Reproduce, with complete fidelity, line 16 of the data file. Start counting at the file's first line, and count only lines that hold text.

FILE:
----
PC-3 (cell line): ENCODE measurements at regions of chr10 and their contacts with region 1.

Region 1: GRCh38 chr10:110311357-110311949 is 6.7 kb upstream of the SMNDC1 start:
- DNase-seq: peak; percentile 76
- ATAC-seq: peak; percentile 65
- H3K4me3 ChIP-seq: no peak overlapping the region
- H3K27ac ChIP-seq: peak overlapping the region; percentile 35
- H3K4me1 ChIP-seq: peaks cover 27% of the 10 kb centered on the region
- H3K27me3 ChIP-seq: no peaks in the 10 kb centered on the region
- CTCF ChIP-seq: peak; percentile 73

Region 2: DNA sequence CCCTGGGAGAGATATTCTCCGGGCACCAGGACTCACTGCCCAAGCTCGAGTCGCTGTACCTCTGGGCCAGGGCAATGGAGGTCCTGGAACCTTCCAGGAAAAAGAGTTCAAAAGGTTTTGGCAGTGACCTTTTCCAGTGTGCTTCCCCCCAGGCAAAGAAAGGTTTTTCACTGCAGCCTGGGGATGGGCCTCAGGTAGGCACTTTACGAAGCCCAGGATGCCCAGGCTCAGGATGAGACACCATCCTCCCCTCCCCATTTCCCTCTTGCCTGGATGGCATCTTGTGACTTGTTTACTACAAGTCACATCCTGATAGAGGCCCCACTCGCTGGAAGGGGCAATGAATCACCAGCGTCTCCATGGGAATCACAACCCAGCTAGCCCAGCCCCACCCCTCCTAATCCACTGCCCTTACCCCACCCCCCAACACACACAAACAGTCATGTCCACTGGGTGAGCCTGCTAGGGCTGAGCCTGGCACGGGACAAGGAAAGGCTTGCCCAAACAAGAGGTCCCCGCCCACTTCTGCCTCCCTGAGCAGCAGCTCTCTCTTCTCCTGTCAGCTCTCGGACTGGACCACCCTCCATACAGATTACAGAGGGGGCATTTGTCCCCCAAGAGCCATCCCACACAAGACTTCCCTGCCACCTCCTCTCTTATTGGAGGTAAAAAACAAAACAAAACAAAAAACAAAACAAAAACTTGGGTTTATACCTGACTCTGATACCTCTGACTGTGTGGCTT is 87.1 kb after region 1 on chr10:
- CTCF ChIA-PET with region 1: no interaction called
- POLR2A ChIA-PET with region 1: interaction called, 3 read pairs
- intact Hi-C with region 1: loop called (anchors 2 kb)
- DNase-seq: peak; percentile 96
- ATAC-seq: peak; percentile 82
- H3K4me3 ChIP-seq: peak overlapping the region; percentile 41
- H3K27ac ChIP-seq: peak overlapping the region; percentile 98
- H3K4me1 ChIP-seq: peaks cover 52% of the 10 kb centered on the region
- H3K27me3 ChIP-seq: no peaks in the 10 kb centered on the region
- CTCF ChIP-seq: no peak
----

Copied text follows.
- H3K4me3 ChIP-seq: peak overlapping the region; percentile 41